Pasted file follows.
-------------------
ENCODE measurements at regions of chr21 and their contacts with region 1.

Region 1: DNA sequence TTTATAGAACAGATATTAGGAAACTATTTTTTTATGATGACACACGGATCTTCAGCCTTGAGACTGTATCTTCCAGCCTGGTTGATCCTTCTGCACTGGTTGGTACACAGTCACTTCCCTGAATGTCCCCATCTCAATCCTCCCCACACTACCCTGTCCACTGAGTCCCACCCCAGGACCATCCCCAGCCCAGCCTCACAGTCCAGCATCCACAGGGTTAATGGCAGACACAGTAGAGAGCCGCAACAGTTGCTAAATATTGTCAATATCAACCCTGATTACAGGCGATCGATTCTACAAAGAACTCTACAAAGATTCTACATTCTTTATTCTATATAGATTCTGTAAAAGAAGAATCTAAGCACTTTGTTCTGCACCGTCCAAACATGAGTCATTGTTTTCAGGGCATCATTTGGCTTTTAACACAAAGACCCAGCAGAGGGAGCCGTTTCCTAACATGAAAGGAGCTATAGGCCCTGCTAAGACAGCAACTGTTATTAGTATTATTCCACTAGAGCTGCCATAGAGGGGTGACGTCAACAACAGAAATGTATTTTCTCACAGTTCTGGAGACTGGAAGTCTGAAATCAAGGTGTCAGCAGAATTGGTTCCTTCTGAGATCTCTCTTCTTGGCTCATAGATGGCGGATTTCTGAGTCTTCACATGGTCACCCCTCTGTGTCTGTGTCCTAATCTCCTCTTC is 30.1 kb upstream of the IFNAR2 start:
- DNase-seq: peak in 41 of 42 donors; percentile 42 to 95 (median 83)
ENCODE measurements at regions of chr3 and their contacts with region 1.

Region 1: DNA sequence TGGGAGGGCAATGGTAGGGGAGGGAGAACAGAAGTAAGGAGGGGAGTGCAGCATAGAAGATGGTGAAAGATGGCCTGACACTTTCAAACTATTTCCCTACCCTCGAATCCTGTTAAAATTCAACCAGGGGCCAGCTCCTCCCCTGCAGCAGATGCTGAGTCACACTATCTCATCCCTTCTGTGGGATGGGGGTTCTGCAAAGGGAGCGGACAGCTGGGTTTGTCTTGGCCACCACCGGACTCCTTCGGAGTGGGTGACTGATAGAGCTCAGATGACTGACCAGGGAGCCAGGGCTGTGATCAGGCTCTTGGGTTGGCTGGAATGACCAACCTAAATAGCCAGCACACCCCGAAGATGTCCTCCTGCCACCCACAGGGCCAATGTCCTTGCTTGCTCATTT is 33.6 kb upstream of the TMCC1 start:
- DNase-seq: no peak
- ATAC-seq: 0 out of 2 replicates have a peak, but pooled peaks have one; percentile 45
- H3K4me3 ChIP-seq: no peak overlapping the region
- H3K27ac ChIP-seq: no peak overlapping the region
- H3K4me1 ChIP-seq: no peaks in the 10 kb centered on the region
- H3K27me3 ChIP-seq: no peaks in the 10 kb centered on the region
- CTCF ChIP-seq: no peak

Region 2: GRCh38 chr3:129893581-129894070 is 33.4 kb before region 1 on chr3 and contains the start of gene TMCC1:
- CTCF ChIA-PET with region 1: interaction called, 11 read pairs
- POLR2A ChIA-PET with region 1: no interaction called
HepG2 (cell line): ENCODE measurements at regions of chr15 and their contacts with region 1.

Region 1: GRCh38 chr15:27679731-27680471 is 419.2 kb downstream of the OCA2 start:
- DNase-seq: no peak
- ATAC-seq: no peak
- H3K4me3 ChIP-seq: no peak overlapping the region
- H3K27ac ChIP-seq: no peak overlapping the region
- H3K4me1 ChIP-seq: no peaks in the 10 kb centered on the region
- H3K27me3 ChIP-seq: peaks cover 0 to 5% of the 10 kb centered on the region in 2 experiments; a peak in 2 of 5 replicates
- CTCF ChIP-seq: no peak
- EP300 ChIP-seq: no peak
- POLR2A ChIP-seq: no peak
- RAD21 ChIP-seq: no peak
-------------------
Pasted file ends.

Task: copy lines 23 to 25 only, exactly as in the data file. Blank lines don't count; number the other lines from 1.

- H3K27me3 ChIP-seq: peaks cover 0 to 5% of the 10 kb centered on the region in 2 experiments; a peak in 2 of 5 replicates
- CTCF ChIP-seq: no peak
- EP300 ChIP-seq: no peak